Moving away from their defenders to ours...

Hutton and BAE worked tirelessly. And Dawson is beginning to be a tad talismanic at the back. What's that now, one goal conceded in our last five games? And that other bloke at the back, whathisface, the old bloke. Quietly quietly, he's proving one or two of us wrong with his composure and experience . What with Ledley stuck on the sidelines.

Other minor talking points?

Our set pieces remain utterly pants. Last decent free kick was taken back in 1991. More conversations required on the training pitch with D-Beck please.

The red card? Well it was hardly a Mendes or Nani or Webb incident. And petulant as Raphael was/is (the second ‘foul’ was probably meant rather than being accidently) he probably should have got away with just the one yellow. The first tackle, clumsy.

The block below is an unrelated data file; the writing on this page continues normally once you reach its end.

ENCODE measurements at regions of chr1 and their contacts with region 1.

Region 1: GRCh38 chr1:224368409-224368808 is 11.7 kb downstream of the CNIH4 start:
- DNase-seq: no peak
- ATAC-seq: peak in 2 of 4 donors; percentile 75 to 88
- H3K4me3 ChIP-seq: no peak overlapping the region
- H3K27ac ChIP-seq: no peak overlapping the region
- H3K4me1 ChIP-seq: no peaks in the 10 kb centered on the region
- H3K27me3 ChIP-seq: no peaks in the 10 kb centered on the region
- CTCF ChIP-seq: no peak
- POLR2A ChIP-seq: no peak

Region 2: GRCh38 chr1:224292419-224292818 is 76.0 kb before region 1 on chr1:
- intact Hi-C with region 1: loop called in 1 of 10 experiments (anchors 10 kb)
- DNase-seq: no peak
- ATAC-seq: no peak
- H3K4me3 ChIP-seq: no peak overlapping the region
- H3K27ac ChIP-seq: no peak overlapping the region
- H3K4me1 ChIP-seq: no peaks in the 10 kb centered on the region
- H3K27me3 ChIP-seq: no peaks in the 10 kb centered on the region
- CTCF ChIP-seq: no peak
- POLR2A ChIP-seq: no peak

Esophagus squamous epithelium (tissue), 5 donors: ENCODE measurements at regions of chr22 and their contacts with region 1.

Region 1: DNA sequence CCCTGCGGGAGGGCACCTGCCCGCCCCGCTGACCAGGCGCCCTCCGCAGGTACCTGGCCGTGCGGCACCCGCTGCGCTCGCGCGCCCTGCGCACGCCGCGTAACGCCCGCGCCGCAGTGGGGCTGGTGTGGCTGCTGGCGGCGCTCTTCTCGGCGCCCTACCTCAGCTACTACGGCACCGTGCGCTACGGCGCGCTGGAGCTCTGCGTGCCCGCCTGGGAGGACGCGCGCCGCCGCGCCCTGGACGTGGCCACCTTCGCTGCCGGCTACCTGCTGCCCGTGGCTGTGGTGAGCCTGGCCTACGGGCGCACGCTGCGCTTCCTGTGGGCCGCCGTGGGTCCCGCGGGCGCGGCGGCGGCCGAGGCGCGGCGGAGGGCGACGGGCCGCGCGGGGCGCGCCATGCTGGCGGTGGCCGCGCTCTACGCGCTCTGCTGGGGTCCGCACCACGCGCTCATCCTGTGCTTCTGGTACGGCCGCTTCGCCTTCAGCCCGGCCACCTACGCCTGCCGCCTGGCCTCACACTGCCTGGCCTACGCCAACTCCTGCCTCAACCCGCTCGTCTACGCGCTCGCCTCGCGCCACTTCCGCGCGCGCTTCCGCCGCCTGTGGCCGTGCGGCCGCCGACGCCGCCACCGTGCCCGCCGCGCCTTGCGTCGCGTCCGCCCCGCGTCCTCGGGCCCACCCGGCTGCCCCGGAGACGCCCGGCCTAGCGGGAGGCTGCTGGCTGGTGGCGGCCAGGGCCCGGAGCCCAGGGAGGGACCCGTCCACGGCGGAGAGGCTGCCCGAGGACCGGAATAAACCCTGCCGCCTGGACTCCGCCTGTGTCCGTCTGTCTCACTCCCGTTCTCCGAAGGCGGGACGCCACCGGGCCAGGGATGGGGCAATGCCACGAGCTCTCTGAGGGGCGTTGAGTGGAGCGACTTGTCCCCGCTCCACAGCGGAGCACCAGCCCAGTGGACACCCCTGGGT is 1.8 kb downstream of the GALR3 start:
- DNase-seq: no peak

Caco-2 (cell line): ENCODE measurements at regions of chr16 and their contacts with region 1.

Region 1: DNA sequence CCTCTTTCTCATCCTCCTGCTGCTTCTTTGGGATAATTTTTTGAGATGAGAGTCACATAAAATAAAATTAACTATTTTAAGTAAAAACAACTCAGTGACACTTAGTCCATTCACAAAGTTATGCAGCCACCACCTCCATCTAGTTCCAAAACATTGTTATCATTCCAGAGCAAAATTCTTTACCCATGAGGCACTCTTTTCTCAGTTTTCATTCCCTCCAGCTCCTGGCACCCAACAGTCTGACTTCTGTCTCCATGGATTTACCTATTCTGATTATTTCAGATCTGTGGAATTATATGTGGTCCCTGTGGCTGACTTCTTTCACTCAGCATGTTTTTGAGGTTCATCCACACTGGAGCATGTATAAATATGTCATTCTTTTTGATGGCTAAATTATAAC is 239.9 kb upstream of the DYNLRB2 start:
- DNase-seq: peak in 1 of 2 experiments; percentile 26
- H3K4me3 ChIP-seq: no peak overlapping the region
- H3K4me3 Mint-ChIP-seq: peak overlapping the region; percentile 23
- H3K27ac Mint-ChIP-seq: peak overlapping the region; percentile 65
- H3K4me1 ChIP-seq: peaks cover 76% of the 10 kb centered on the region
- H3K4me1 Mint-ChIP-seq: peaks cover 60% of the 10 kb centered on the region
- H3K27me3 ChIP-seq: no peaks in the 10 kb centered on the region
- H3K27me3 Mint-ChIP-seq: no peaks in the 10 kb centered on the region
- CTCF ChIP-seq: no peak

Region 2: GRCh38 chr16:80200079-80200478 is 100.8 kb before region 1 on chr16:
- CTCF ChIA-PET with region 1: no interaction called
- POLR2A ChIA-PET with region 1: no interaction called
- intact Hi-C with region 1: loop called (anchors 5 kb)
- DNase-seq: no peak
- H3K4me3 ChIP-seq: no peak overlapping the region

In the end, not enough, when enough was not that improbable but neither likely. United, needing the point more than risking the requirement of all three. They contained us. I guess we should take that as a compliment?

In a season where nobody is head and shoulders above the team just behind them. In a season where Chelsea are showing signs of mortality and weakness, City spending more to consolidate and improve, Arsenal ruthless against the lesser teams and Man Utd, not playing with swagger but not getting beat either. It’s a soap opera with many unmissable story arcs and sub plots. We are stronger but with the ‘top four’ becoming ‘five’, so is the top end of the league which means we need to evolve further, and quickly. Twists and turns guaranteed, no doubt, before the finale.


Five of our next six games in all competitions are away. Backs to wall, wouldn't have it any other way. Well, other than being ten points clear of 4th spot looking down at it.





Answer to forward conundrum must not take us backwards

Spurs down to 5th. Harry out.